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{\bf CS 174: Combinatorics and Discrete Probability} \hfill Fall 2012 \bigskip \\
\centering{\Large Homework 9} \medskip \\
\centering{Due: Thursday, November 8, 2012 by {\bf 9:30am}}
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} \bigskip \\
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\noindent{\it \textbf{Instructions}}: {\it You should upload your homework
solutions on bspace. You are strongly encouraged to type out your solutions
using \LaTeX . You may also want to consider using mathematical mode typing in
some office suite if you are not familiar with \LaTeX . If you must handwrite
your homeworks, please write clearly and legibly. We will not grade homeworks
that are unreadable. You are encouraged to work in groups of 2-4, but you {\bf
must} write solutions on your own. Please review the homework policy carefully
on the class homepage.} \medskip \\
\noindent {\bf Note}: You \emph{must} justify all your answers. In particular, you will get
no credit if you simply write the final answer without any explanation. \medskip
\\
\noindent {\bf Problem 1}. {\it (Exercise 7.12 from MU -- 6 points)} Let $X_n$ be the
sum of $n$ independent rolls of a fair die. Show that, for any $k \geq 2$,
\[ \lim_{n \rightarrow \infty} \Pr[X_n \mbox{ is divisible by } k] = \frac{1}{k}
\] \medskip \\
\noindent {\bf Problem 2}. {\it (Exercise 7.13 from MU -- 6 points)} Consider a
finite Markov chain on $n$ states with stationary distribution $\bar{\pi}$ and
transition probabilities $P_{i, j}$. Imagine starting the chain at time $0$ and
running it for $m$ steps, obtaining the sequence of states $X_0, X_1, \ldots,
X_m$. Here $X_0$ is chosen according to distribution $\bar{\pi}$. Consider the
states in reverse order, $X_m, X_{m-1}, \ldots, X_0$.
%
\begin{enumerate}
\item[(a)] Argue that given $X_{k+1}$, the state $X_k$ is independent of
$X_{k+2}, X_{k+3}, \ldots, X_m$. Thus, the reverse sequence is Markovian.
\item[(b)] Argue that for the reverse sequence, the transition probabilities,
$Q_{i, j}$, are given by
\[ Q_{i, j} = \frac{\pi_j P_{j, i}}{\pi_i}. \]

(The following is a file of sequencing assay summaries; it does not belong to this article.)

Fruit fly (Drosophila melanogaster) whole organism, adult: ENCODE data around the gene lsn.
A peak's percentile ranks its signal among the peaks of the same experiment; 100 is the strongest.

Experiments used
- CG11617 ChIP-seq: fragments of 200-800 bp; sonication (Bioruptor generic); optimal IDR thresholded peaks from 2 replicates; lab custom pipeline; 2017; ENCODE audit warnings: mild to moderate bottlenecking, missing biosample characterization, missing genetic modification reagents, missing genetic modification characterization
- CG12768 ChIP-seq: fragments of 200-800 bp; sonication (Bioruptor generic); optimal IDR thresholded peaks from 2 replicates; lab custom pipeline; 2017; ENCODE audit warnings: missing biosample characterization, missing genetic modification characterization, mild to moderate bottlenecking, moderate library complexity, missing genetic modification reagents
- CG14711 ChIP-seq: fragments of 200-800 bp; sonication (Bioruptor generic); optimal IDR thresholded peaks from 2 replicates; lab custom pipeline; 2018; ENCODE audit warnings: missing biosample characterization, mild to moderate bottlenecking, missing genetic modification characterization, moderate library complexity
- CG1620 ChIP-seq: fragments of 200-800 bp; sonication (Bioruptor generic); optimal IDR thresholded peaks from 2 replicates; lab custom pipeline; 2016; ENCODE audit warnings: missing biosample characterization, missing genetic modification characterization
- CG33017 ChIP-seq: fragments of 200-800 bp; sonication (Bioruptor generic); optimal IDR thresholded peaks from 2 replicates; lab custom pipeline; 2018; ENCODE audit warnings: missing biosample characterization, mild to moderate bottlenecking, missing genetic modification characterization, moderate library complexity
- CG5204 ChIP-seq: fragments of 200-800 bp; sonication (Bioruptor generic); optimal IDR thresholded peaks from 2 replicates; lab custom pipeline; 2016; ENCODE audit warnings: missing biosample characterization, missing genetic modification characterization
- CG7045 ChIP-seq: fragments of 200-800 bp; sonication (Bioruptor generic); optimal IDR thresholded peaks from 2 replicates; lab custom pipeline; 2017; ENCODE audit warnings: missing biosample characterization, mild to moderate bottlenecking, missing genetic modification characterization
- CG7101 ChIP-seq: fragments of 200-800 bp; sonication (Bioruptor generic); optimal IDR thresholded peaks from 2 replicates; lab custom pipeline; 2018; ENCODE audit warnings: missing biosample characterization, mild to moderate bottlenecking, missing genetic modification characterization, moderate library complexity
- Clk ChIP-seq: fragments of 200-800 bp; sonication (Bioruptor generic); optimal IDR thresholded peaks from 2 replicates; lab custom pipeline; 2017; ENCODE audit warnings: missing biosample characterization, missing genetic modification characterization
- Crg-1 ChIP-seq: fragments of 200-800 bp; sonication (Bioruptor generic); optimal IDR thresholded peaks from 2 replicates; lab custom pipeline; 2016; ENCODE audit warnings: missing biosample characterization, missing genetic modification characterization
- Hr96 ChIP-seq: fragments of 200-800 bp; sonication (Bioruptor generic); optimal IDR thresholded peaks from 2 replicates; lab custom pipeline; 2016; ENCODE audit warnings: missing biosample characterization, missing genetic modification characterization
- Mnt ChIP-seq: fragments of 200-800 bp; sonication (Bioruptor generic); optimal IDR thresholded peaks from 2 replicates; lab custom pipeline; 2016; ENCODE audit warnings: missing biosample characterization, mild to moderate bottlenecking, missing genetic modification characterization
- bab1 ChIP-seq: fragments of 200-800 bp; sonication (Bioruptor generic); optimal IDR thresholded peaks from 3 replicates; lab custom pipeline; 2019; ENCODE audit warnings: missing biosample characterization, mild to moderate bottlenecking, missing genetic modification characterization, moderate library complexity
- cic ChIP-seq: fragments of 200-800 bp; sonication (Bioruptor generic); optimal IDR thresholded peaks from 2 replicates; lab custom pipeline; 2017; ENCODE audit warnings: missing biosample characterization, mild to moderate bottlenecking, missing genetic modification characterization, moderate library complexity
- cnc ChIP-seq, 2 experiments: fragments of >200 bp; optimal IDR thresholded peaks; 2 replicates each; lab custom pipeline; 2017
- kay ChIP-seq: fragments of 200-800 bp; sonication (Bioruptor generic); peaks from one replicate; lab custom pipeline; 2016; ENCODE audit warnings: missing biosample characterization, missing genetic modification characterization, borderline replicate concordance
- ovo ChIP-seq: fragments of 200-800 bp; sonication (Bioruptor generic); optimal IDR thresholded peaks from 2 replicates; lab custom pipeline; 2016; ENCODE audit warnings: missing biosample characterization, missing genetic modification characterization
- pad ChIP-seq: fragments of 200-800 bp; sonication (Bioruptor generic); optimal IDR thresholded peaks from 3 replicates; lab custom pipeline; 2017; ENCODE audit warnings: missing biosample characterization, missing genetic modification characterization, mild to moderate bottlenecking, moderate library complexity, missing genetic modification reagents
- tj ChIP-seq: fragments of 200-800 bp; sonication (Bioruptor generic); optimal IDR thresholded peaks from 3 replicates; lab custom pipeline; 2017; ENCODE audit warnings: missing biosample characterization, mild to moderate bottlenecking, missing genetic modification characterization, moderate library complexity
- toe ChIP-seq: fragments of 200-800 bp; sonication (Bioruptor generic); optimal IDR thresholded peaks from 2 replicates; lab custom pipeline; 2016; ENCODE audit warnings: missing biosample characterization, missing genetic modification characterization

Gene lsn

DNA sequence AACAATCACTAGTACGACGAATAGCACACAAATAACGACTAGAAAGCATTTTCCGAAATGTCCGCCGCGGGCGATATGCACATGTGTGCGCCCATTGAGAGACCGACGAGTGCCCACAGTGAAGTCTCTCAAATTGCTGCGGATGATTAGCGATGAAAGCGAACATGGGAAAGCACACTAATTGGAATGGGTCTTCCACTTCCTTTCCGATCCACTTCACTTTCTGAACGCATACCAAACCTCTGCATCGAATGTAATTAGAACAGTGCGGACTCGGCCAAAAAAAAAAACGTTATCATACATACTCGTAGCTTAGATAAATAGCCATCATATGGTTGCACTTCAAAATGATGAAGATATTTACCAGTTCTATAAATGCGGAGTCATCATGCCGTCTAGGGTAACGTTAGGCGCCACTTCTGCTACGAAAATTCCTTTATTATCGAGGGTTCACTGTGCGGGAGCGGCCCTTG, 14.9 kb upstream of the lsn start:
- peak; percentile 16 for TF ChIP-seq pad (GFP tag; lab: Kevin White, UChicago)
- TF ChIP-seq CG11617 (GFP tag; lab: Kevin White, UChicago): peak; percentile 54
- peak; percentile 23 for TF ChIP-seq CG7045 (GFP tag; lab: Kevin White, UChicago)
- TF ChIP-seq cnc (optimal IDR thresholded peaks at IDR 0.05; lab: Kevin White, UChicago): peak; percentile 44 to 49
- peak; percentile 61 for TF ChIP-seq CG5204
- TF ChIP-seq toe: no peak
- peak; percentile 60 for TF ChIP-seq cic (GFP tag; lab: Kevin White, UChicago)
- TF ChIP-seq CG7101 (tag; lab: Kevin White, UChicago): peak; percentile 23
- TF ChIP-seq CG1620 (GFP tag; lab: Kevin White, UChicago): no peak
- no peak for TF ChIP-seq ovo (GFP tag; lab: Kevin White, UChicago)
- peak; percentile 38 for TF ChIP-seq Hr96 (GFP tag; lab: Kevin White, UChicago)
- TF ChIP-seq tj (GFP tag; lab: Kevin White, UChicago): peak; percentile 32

\item[(c)] Prove that if the original Markov chain is time reversible, so that
$\pi_i P_{i, j} = \pi_j P_{j, i}$, then $Q_{i, j} = P_{i, j}$. That is, the
states follow the same transition probabilities whether viewed in forward or
reverse order.
\end{enumerate} \medskip
\noindent {\bf Problem 3}. {\it (Exercise 7.20 from MU -- 6 points)} We have
considered the gambler's ruin problem in the case where the game is fair.
Consider the case where the game is not fair; instead, the probability of losing
a dollar each game is $2/3$ and the probability of winning a dollar each game is
$1/3$. Suppose you start with $i$ dollars and finish either when you reach $n$
or lose it all. Let $W_t$ be the amount you have gained after $t$ rounds of
play.
%
\begin{enumerate}
\item[(a)] Show that $\E[2^{W_{t+1}}] = \E[2^{W_t}]$.
\item[(b)] Use part (a) to determine the probability of finishing with $0$
dollars and the probability of finishing with $n$ dollars when starting at
position $i$.
\end{enumerate} \medskip
\noindent {\bf Problem 4}. {\it (Exercise 7.22 from MU -- 6 points)} A cat and a
mouse take a random walk on a connected, undirected, non-bipartite graph $G$.
They start at the same time on different nodes, and each makes one transition at
each time step. The cat eats the mouse if they are ever at the same node at some
time step. Let $n$ and $m$ denote, respectively, the number of vertices and
edges of $G$. Show an upper bound of $O(m^2 n)$ on the expected time before the
cat eats the mouse. ({\it Hint}: Consider a Markov chain whose states are the
ordered pair $(a, b)$, where $a$ is the position of the cat and $b$ is a
position of the mouse.) \medskip \\
\noindent {\bf Problem 5}. {\it (Exercise 7.24 from MU -- 6 points)} The
\emph{lollipop} graph on $n$ vertices is a clique on $n/2$ vertices connected to
a path on $n/2$ vertices. (See Figure 7.3 on pg. 186 of the text book.) The node
$u$ is a part of both the clique and the path. Let $v$ denote the other end of
the path.
\begin{enumerate}
\item[(a)] Show that the expected covering time of a random walk starting at $v$
is $\Theta(n^2)$.
\item[(b)] Show that the expected covering time for a random walk starting at
$u$ is $\Theta(n^3)$.
\end{enumerate}
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